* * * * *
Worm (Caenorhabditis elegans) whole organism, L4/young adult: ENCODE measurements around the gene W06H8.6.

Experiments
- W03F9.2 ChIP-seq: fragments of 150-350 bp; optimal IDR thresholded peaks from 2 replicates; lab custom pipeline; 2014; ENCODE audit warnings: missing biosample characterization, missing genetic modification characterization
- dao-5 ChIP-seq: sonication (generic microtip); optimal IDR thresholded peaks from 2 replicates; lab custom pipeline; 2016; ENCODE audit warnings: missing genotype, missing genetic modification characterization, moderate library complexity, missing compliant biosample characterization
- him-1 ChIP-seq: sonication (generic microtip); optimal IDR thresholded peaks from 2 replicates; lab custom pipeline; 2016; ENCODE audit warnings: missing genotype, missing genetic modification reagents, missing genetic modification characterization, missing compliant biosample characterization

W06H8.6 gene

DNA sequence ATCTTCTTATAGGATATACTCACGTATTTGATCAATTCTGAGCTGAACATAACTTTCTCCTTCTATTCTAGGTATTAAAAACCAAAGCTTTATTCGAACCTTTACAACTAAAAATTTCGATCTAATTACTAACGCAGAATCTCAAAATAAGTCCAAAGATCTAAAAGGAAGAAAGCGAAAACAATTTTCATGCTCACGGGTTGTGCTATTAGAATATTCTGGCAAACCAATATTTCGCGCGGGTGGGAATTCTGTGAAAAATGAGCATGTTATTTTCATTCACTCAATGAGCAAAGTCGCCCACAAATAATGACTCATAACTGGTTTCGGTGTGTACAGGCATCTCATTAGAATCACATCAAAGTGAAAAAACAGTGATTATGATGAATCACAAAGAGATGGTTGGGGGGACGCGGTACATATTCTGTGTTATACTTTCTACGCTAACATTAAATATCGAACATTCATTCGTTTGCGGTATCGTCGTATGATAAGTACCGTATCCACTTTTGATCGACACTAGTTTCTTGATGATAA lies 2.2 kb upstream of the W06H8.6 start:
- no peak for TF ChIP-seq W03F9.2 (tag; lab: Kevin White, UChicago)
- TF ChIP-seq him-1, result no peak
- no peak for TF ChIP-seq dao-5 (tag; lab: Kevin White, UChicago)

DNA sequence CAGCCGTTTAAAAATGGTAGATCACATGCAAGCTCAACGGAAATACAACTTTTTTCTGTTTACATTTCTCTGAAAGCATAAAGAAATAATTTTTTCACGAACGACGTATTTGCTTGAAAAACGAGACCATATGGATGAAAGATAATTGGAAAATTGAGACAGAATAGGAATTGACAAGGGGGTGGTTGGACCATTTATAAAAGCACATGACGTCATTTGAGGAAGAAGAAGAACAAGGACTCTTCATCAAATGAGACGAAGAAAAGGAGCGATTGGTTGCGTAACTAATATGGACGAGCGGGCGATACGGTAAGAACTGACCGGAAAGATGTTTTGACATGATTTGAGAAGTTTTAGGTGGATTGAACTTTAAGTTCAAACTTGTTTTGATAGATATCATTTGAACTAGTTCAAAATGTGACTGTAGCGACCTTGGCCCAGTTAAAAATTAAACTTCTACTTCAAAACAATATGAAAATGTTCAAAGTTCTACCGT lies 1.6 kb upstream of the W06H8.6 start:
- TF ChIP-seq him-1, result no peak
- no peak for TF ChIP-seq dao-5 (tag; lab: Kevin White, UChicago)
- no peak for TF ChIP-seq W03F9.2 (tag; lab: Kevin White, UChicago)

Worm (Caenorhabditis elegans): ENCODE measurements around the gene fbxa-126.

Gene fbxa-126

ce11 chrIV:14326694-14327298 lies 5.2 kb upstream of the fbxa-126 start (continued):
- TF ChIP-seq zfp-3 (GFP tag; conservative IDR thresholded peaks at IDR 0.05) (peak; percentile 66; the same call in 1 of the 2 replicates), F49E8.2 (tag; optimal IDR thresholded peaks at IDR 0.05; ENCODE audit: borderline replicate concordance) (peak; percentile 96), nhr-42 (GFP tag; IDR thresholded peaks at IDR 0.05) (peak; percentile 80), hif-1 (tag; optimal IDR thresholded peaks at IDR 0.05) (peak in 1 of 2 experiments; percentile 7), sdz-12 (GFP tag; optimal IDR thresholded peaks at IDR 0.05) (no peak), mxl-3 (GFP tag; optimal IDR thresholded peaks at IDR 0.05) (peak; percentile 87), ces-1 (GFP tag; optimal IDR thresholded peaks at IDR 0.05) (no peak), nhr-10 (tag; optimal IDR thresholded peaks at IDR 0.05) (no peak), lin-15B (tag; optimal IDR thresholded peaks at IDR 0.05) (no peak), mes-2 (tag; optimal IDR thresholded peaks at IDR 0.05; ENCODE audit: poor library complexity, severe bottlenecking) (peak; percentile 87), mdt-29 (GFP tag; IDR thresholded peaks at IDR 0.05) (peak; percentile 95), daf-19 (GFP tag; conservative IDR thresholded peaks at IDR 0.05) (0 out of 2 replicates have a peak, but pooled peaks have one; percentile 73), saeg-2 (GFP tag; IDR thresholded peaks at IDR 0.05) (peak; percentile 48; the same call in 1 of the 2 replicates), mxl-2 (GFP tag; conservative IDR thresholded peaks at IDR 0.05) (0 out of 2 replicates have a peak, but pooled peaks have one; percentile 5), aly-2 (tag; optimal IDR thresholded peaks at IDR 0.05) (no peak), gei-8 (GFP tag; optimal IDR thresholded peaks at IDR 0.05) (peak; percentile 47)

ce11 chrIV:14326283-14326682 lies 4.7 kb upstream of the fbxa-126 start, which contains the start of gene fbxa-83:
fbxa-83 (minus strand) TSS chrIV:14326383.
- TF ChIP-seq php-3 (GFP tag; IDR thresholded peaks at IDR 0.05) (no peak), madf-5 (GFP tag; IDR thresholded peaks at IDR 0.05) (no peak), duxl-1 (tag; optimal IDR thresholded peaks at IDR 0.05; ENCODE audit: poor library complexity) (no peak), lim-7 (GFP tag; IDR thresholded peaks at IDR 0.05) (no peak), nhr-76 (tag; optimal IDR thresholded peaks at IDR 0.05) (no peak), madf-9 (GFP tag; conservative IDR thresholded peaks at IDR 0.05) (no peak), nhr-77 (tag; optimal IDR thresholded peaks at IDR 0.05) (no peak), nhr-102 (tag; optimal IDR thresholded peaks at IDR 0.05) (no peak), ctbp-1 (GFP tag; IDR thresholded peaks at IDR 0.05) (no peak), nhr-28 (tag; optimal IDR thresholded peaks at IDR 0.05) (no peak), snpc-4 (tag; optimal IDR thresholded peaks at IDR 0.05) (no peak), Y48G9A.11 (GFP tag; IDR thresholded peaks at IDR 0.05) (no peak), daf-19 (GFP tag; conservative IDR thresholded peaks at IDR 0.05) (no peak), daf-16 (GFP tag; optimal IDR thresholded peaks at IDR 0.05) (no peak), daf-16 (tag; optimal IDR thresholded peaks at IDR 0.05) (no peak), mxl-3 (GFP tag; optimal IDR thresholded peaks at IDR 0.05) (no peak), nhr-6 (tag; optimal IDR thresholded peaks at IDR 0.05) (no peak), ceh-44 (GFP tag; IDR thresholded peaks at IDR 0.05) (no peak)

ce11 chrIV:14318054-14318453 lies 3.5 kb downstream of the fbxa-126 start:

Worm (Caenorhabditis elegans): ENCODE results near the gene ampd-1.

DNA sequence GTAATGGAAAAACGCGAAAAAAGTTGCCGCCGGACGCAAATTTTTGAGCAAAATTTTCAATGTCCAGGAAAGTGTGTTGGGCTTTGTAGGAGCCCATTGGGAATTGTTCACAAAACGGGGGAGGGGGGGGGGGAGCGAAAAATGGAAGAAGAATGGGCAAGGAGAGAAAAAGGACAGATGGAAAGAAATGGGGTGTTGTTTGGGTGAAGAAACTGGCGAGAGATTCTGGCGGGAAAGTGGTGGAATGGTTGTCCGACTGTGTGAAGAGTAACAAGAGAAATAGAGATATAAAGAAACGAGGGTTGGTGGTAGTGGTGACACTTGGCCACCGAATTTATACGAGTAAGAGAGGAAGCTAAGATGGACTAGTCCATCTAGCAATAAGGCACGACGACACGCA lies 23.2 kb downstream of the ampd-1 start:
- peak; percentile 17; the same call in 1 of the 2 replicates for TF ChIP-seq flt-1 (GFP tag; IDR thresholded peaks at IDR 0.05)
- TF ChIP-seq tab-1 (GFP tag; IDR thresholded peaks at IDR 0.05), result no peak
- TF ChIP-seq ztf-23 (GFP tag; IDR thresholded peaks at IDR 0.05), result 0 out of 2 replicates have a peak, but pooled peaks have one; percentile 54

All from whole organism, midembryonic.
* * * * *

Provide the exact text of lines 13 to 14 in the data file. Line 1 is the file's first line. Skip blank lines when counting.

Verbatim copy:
- no peak for TF ChIP-seq dao-5 (tag; lab: Kevin White, UChicago)
- no peak for TF ChIP-seq W03F9.2 (tag; lab: Kevin White, UChicago)